Mr. Twombley was not expecting the ar
rest A pull at the door bell of his resi
dence at a late hour had brought the head
of the master mechanic from an upper
"What's wanted," he said.
"We have a warrant for your arrest,"
said the officer. , . .
"Serve it then," said Twombley.
.He refused to admit the officers and they
decided to use force. The storm door was
quickly battered down, and when Twombley
found that the officers were determined to
get him, he quickly opened the door and
was at once placed under arrest
"I don't see why they want to detain me,"
he said; "I have not done anything wrong
in this matter."
Physically and mentally wretched, he was
removed to the Englewood police station.
George C. Ingham, his attorney, called and
had a long talk with him. To-day Mr.
Twombley was in better soirits than on
Saturday night His two daughters, aged
19 and 23 years, were with him in the drill
room, for he was not locked in a cell, and
they contributed very much toward dis
pelling the pervading gloom.
SCOTT HAS HADE UP HIS HIND.
He Will Resume Work In His Coal Dunes
at Any Cost.
Spbino Valley, III.. October 6. A
new proposition is about to be made to the
miners of this place by W. L. Scott The
price is fixed at 82 cents per ton, with two
men in a room and SO inches of brushing,
coal furnished to the men at actnal cost
above ground, and a reduced price for
sharpening tools. Mr. Scott declares his
determination to reopen the mines on this
basisif it takes all the power of the State
to accomplish it Prominent members of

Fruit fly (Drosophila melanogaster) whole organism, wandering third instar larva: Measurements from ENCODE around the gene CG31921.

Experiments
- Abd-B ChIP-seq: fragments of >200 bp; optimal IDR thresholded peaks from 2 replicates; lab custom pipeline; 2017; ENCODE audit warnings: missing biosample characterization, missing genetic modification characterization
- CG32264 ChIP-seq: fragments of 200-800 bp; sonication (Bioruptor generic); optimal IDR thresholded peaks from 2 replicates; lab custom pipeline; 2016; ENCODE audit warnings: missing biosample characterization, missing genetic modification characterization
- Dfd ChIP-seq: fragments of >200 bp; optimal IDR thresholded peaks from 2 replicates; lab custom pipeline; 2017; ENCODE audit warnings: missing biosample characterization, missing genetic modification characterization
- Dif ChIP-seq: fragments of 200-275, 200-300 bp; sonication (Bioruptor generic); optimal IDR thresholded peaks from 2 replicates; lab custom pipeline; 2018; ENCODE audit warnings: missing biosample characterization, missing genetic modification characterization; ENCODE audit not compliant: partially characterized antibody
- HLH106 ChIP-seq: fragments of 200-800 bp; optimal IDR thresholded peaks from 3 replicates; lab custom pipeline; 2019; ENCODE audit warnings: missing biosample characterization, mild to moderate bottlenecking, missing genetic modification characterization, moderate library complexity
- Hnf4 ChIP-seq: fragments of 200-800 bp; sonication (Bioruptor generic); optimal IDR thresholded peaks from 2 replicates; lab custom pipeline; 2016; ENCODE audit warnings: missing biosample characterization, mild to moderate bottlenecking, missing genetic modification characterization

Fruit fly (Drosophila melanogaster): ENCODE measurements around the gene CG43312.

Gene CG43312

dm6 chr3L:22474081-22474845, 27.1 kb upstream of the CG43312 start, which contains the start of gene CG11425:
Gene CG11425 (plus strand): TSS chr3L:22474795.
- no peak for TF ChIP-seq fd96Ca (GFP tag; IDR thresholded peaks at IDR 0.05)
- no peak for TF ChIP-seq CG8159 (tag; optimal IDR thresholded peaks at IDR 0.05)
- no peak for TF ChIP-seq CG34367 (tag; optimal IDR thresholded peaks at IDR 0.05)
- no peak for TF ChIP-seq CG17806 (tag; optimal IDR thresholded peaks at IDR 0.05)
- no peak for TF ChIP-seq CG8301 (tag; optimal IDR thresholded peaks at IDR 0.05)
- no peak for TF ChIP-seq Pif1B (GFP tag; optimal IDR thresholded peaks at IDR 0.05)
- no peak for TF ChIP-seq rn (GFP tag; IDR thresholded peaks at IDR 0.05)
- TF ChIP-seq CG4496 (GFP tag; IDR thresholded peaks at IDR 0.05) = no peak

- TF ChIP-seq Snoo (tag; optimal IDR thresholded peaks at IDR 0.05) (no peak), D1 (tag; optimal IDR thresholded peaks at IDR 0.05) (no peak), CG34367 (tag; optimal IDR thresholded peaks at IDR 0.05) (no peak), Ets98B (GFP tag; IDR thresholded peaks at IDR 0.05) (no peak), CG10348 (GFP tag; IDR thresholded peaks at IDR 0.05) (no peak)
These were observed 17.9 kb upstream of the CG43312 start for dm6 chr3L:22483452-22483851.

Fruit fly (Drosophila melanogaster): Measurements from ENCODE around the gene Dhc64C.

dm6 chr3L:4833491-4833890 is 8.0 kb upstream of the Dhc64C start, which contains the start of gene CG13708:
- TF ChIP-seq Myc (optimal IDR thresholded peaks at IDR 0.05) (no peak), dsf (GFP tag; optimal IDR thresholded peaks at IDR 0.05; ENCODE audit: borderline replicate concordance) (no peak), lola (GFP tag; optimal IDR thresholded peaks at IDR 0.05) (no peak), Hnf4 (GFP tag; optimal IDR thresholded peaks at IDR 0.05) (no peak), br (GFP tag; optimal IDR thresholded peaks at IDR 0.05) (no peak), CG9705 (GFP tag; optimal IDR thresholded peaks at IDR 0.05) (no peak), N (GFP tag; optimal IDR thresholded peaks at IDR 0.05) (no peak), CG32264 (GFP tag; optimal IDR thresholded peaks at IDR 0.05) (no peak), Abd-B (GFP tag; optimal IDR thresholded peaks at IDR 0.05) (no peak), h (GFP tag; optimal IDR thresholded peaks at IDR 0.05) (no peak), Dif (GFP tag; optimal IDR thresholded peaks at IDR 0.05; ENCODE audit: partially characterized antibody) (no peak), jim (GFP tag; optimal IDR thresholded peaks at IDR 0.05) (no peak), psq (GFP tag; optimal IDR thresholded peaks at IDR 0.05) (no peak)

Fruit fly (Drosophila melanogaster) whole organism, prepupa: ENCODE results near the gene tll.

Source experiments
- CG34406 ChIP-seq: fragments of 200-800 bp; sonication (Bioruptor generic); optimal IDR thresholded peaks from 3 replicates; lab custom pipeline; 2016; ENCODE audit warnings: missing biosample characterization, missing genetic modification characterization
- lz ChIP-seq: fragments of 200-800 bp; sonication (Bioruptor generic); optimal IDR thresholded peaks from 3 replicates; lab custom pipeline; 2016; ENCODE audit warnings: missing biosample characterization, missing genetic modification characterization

the miners' organization here declare that
the terms will not be accepted, and express
themselves as satisfied with their prospects
for holding out all winter, if necessary.
Two carloads of supplies have jnst been re
ceived. Trouble is anticipated if the attempt to
resume is made, yet nearly everybody is
anxious to see it tried, and believe that the
men will make good wages on those terms.
It is a substantial advance over his proposi
tion of a month ago, 7 cents more a ton,
a reduced number of men on a given face of
coal, a reduced price or coal used by the
men, and a reduced price for sharpening
tools. The point of difference is in the
amount of brushing required.
WILL IMITATE UNCLE SAM.
Canada Concludes to Adopt a National Cur
rSrrCIAI. TIMGBAM TO TBI DISPATCH.1
Ottawa, October 6. It is understood
that the Dominion Government has deter
mined to take the circulation of paper money
into its own hands and adopt a national cur
rency similar to the banking system of the
United States, on the expiration of the
charters of the Canadian banks, which ter
minate in 1891.
Legislation will be necessary before the
charters expire, and it is possible the matter
will be taken up during the coming session
A DREAM FULFILLED.
Mrs. Gitleson Foretells the Death of Her
Father at Knoxvllle.
rsrlCTAi TELEQBAM TO TUB JHSPATCH.I
Augusta, Ga., October 6. Last night
Mrs. L Gitleson, the wife of a prominent
business man of this city, suddenly awoke
from her sleep and aroused her husband,
and related to him a strange dream. She
had just dreamed about the sudden death of
While at breakfast this morning Mrs.
Gitleson received a telegram from Knox
ville, Tenn., announcing the sudden death
of her father. Mr. Dave Epstein, which oc
curred this morning in that citv.
The Ohio White Caps Abroad Again.
tSrZCUt. TILEPEAM TO Til DIBFATCH.1
Cadiz, O., October 6. Between 11 and
12 o'clock last night a party of men went to
the house of James West a respected col
ored citizen, forced his wife and children to
go half clothed into the street, and then de
molished the house and thoroughly wrecked
BEN VS HUSBANDMEN..
Or a Story TcIIIde Why 26,000 Granges
Whet Their Scythes The Patrons
of the Soil Beady to Re
sent a Silent.
rSFXCIAI. TELEOEAM TO TUB DtSPATCTM
Washington, October 6. The twen.ty
thirJ session of the National Grange, which
will be held in Sacramento, Cat, on Novem
ber 13, promises to be the most important